Who Ultimately Wins An Argument?

Emotional Wellbeing, Finding Strength, Happiness, Mindset



I planned my attack.

In my mind I had it all mapped out: How exactly I would respond to the person who had said something hurtful and humiliating.

I knew what I was going to say. After all, I rehearsed it in my mind for hours. No, days.

We were at a gathering where a dozen or so people were laughing, telling stories and feeling elated about the camaraderie of old friends and new.  No one else knew that what this so-called friend had said in a joke brought up old wounds in me.

The offender knew.  I’m sure of it.  Although, I don’t think that they intentionally wanted to hurt my feelings.

Regardless, the words they said cut like daggers into my soul. It felt as though Mike Tyson punched me where I had already been black and blue.

So I waited.

And waited…for an apology that never came.

Over the next two days, while washing dishes, working, driving, doing laundry, and walking my dogs, I carefully worded my retort. My dogs frolicked and wanted to play, but I ignored them. After all, I was angry.

I broke a glass while doing dishes, which ticked me off even more. Couldn’t the other person — and God — know how much I had been wronged?  

My body was constantly tense.  When my husband asked if there was anything wrong I said that I wasn’t feeling well, which was true, but not the whole story.

My ego had been bruised and my mind and my body were suffering as a result.

After wasting several precious hours and days of my life being bitterly angry about words, I realized that I was the only one that was upset. Life went on for everyone at the party. They carried on with their days and nights as if nothing else happened, while I was waiting for an apology that never came.

Who ultimately lost?


The very last thing we want to do when in the midst of a storm is to ride the wave and see where it takes us.  We try to regain control of the ship and steer it into calmer water, but sometimes we just need to dive right in and allow the current to wash over us, recognizing our thoughts and feelings, knowing they will ultimately pass.

The energy we experience in good times and in bad is real and can serve as a teacher for a lesson we don’t always want to learn, but need to.  Oftentimes the current that flows through us during tribulations dredges up something in our past that resonates within our souls — something that has not been resolved.  Jealousy, anger, envy, and lust have been programmed within us based upon experiences we’ve had in years, or decades before. As a means of survival, we instinctually jump to the conclusion that the other person is wrong and we are (always) right.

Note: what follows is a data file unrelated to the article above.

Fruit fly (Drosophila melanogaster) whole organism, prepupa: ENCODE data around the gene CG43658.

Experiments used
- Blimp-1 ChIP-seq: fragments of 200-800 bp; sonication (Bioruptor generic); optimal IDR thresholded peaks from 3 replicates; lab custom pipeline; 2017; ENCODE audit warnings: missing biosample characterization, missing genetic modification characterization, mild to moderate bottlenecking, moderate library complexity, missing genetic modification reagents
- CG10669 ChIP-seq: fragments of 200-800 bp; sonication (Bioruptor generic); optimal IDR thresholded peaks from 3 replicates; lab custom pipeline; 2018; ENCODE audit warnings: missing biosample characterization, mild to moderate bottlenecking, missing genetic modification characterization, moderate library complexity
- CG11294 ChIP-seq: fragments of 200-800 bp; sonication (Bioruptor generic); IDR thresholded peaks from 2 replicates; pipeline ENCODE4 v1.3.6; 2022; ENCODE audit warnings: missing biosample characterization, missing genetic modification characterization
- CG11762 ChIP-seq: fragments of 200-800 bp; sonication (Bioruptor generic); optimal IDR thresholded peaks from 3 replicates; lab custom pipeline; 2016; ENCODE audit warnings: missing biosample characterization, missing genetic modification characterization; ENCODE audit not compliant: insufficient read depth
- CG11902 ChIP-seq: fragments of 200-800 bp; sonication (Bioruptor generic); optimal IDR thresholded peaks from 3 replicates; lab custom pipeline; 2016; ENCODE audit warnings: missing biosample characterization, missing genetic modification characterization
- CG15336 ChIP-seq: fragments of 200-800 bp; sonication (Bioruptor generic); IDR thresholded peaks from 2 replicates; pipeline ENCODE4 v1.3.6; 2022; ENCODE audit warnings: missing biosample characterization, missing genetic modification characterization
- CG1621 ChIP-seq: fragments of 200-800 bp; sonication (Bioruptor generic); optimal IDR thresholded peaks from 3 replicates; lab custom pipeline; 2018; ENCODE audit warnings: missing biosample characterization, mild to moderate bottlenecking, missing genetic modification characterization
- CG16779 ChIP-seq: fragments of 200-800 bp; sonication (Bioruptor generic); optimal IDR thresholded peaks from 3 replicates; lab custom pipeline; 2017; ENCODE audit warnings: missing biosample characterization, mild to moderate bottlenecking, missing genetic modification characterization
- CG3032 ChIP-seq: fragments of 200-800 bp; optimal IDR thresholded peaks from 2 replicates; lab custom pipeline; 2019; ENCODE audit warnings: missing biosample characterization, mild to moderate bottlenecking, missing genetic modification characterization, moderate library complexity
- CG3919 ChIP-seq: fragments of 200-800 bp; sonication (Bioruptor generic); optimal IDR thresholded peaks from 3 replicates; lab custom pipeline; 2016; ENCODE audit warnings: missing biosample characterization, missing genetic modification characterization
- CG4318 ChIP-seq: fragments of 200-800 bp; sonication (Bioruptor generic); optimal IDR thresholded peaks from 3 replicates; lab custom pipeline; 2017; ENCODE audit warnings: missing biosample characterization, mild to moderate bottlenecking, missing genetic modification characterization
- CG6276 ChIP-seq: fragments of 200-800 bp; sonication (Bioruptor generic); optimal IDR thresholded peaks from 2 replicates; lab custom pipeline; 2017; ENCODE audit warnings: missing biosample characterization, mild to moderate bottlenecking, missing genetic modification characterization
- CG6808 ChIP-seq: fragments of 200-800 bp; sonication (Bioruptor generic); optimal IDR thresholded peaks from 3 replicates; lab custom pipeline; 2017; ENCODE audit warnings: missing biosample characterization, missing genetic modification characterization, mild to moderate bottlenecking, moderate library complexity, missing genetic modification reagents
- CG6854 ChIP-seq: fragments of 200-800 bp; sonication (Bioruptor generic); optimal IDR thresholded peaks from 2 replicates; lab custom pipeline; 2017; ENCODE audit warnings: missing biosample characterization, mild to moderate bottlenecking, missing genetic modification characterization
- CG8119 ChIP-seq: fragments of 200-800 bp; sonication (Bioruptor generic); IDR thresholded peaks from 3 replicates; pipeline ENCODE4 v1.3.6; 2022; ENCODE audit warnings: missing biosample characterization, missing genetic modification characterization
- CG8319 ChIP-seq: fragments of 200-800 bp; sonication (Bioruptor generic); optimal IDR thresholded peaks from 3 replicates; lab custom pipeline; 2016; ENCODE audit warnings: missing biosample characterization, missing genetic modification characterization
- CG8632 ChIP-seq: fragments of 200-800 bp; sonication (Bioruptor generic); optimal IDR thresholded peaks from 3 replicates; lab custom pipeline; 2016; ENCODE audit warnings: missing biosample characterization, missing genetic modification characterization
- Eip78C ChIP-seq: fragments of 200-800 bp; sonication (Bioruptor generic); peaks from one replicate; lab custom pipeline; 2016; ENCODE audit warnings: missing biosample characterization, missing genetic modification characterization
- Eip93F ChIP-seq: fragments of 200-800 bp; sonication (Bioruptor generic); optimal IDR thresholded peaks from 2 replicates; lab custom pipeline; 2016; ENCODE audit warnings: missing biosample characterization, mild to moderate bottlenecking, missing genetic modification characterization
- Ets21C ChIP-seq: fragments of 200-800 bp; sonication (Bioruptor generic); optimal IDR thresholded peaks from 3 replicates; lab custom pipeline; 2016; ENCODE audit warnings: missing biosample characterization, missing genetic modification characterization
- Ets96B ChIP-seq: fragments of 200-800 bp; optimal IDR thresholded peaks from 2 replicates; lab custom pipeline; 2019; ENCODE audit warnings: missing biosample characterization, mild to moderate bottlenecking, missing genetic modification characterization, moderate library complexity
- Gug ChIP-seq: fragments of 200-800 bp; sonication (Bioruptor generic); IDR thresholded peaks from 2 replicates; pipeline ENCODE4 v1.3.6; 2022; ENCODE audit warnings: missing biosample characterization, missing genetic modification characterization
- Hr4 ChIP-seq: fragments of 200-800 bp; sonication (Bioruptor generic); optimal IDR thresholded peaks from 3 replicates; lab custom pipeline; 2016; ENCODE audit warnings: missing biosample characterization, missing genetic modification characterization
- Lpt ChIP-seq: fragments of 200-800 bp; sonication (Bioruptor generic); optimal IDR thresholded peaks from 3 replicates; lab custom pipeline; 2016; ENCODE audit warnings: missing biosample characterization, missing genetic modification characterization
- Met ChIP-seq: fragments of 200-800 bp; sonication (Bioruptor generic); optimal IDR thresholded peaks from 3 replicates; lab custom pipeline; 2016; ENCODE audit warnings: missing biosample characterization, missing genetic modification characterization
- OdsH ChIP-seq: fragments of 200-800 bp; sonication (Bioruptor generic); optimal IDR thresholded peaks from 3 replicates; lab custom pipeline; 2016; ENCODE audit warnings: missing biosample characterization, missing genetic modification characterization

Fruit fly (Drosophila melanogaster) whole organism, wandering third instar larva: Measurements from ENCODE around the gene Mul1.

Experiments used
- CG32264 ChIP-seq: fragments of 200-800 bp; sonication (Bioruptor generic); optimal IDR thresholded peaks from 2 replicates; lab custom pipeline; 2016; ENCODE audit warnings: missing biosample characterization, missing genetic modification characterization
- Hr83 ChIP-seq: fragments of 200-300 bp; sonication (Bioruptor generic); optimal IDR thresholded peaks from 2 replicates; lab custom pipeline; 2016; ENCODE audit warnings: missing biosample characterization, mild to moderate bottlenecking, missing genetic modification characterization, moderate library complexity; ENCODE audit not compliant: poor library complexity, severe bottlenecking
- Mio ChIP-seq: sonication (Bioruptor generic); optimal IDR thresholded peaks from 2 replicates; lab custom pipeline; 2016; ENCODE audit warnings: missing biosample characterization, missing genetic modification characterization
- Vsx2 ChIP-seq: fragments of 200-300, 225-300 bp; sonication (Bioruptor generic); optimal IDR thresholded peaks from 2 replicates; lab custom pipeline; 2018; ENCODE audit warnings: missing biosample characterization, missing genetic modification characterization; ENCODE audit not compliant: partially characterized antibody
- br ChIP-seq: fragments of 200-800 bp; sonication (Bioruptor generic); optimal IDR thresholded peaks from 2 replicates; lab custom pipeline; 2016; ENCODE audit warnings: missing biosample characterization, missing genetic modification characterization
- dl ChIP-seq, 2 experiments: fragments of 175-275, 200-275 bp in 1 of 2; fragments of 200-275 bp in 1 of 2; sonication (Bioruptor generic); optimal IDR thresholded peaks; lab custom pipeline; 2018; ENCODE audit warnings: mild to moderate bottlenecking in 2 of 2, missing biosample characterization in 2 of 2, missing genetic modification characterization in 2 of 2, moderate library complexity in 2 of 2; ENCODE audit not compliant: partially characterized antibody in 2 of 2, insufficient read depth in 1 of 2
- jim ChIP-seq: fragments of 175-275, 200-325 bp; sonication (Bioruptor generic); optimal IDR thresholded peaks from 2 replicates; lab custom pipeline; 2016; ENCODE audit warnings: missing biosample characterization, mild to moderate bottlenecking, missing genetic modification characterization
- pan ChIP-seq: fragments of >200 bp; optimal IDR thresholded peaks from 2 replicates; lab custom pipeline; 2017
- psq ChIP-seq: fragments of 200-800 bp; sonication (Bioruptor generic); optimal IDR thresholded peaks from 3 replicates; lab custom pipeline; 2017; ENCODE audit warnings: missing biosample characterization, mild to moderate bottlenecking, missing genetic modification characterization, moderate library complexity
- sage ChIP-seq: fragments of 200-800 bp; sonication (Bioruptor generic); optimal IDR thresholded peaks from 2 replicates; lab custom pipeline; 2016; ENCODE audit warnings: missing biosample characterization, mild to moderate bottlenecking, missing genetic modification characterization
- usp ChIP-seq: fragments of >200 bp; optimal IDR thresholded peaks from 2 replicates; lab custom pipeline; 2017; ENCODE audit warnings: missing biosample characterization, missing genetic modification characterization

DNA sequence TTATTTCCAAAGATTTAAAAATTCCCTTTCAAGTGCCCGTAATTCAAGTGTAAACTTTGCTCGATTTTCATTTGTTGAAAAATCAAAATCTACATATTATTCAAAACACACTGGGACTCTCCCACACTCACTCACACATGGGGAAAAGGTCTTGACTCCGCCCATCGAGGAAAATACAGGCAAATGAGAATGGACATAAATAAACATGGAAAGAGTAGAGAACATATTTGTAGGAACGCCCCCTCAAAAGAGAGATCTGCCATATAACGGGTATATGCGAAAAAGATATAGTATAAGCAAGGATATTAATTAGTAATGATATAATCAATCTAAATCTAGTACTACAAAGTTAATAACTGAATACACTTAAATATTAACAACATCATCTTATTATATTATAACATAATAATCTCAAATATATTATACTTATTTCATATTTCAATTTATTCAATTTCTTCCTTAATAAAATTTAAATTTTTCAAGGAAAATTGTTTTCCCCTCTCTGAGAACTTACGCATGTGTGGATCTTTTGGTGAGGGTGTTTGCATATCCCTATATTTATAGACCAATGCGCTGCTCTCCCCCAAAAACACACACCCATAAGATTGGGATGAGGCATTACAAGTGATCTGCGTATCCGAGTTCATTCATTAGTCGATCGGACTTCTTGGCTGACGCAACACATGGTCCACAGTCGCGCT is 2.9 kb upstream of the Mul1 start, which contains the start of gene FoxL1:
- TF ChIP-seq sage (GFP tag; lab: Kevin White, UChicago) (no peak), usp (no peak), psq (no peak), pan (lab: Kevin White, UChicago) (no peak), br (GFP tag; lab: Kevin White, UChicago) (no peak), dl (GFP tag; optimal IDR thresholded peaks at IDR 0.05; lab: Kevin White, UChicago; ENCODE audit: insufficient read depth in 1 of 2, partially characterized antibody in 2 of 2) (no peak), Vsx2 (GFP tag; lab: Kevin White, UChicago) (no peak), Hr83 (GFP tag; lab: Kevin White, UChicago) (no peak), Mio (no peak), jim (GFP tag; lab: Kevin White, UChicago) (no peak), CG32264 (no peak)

I reminded myself of the saying “Do you want to be right or happy” as I breathed into the difficult decision of letting go of my wounded ego and that experience.  I gave the other person the benefit of the doubt and decided that perhaps they wanted and needed to feel buoyed by the laughter and adulation of telling a funny story, even if it was making a joke about something difficult I, and many others had experienced.  Perhaps their ego had been bruised by someone recently and their spirits needed to be lifted.

I let go of my need to confront and correct that person and instead said a prayer that we would both be at peace. Sometimes it’s the bigger thing to do, and the only thing we can do to move past that gargantuan obstacle — the one that keeps coming back in different ways to haunt and taunt us.

Life is a journey that will continually challenge us to grow and change, although, at times, we resist.  By being conscious to the trials as much as the rewards, we can experience grace and peace.  The psychological pain we endure can be as painful as a sucker punch from a heavy weight boxer, but if we let this energy pass through us, we can find blessings amidst the hardships.

Download a copy of her latest book, “4 Minutes a Day, Rock ’n Roll Your Way to Happy” on Amazon.com.

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  1. Teresa

    You are so right. Thank you for the uplifting words.